Stuart Nolan (UK)
New broadcast media technologies are changing what we understand to be “TV” and the ethical cultures of the organizations that produce it. In order to discuss the changing relationships behind this deceptively simple statement this paper draws on research into how viewers are using the new capabilities of TV, as well as the motivations of the TV content producing organizations developing these capabilities.
As Roger Silverstone argues, “We need to think of television as a psychological, social and cultural form, as well as an economic and political one.” TV is not simply a delivery mechanism but rather it can be understood as, a technology, an industry, a media, a cultural institution, a subject for academic study, and a personal experience. Its intrinsic nature alters its content in many ways. In documentary reporting, television alters the political and professional structures by which we create “news”. TV puts forward, enforces and reinforces social ideals of individuals, family, nation and the world. When we watch TV we feel as though we belong to what Rath has called an “electronically constituted society”, where TV is as much a mediator as a media.
It has been suggested that we live life as though we are on TV and the fact that this feeling no longer surprises should tell us something. More startling is the assertion that we have in fact gone beyond the situationist society of the spectacle in which life, including ourselves, becomes content for TV and in which, to use Baudrillard’s phrase, “You no longer watch TV, TV watches you (live).” Going further, Baudrillard argues that the medium and the message are no longer even discernibly separate and that we are witnessing “the dissolution of TV into life, the dissolution of life into TV”.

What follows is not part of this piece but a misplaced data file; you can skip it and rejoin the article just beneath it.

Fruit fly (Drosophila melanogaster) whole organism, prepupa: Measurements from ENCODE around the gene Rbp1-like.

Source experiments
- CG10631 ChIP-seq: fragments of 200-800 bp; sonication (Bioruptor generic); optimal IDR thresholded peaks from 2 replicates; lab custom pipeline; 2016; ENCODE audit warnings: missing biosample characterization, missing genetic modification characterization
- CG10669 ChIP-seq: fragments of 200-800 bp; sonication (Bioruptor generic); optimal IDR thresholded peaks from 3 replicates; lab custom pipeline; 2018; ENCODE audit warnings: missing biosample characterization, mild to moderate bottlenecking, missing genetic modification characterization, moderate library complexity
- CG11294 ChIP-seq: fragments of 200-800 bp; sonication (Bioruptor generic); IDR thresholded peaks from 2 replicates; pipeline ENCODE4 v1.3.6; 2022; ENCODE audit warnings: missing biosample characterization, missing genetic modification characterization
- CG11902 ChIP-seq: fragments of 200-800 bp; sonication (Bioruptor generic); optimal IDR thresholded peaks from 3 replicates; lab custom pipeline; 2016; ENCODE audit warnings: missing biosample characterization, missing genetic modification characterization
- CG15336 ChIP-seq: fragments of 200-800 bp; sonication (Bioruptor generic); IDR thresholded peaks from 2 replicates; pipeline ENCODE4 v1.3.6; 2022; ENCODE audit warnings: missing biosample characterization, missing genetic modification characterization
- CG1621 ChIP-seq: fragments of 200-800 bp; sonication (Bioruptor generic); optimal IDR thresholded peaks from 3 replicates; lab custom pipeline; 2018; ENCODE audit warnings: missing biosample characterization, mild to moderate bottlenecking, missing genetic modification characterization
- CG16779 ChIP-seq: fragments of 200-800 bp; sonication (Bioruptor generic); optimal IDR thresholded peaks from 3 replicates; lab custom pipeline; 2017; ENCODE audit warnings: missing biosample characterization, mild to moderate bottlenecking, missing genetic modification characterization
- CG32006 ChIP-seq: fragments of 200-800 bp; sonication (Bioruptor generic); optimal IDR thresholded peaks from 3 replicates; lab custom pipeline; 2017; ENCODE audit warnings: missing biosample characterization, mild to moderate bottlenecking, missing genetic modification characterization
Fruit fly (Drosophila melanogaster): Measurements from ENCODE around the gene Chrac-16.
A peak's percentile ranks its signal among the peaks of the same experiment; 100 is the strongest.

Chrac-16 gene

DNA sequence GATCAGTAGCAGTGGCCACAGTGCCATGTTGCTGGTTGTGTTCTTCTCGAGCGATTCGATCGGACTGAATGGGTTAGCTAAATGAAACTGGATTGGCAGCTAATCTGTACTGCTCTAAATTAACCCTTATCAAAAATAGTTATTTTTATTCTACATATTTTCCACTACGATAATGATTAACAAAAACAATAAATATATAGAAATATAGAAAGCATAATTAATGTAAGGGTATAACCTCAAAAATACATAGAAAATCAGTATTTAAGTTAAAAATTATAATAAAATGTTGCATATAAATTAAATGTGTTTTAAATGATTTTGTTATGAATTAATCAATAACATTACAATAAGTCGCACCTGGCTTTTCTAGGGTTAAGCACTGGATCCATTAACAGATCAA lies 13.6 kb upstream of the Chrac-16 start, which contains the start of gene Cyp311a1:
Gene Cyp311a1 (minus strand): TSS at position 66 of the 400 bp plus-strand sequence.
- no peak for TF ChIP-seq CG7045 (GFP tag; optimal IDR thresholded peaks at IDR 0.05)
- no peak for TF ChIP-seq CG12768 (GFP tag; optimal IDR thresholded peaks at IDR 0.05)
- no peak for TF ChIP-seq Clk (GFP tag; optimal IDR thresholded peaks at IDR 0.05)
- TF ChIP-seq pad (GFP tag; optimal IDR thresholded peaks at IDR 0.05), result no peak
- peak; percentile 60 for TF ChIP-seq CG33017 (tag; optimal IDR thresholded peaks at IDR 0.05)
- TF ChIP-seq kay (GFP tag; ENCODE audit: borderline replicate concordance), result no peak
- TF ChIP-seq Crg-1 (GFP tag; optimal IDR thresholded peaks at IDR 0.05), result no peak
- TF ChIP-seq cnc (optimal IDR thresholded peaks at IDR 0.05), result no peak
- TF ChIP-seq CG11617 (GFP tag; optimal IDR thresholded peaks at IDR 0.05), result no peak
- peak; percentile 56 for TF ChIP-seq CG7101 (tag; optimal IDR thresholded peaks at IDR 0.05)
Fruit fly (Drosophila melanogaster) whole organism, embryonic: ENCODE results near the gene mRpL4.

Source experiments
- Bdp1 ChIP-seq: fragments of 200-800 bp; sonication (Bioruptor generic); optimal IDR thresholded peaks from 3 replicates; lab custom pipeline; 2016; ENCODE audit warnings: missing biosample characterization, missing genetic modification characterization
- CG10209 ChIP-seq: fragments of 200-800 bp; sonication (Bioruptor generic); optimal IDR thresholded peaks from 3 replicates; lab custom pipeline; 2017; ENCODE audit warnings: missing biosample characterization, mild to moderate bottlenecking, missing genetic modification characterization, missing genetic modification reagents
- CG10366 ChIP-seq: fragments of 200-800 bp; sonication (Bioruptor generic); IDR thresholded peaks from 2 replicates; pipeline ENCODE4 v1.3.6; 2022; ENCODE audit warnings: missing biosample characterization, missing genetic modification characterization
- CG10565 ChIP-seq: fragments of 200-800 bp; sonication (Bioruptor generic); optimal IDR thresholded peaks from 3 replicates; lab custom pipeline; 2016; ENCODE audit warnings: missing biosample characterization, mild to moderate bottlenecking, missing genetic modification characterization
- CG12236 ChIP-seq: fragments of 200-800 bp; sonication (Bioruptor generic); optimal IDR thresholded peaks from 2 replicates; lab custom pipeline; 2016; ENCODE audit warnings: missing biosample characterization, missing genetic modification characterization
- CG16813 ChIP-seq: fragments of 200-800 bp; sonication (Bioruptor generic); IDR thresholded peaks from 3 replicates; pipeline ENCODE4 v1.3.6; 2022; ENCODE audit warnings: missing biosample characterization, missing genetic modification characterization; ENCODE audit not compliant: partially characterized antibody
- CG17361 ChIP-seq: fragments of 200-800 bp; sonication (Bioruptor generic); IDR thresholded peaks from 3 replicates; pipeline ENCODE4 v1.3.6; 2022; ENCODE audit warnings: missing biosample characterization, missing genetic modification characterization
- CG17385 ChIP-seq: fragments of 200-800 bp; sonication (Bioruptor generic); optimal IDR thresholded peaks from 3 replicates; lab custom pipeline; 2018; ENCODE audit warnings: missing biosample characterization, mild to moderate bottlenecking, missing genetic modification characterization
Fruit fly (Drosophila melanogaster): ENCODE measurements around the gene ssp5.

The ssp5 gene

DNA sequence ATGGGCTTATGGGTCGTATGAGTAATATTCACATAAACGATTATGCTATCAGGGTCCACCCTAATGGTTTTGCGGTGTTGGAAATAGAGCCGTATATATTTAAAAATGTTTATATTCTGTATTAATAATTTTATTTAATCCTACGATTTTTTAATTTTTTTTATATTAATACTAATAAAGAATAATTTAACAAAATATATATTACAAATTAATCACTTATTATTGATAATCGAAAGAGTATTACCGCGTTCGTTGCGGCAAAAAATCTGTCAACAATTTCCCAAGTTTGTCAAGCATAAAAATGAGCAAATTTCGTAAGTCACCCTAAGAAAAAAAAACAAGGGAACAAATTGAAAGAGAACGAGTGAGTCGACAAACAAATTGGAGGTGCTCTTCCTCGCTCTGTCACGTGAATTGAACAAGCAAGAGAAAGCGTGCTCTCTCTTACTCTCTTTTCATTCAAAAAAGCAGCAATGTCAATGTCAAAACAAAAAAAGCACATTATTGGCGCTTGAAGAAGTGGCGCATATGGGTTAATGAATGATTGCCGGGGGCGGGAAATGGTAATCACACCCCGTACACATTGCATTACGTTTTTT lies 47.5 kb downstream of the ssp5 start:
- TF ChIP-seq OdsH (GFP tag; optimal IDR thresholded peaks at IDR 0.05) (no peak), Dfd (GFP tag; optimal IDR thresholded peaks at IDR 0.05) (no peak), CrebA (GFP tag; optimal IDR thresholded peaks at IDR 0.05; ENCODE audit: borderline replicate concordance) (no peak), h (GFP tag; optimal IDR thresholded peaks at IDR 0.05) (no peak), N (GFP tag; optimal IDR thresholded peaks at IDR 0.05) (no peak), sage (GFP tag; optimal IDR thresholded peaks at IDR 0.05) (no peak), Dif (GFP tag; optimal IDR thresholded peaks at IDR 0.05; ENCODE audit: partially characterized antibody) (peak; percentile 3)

Against this theoretical background how are new technologies affecting those organizations involved in producing TV? Digital Television (DTV) dramatically changes the relationship between the producer and the viewer and, when combined with a Europe wide liberalization of the market, a relaxation of regulation, and confusion amongst regulators trying to form policies that encompass the new capabilities of DTV, leads the TV producing industries into new and problematic areas.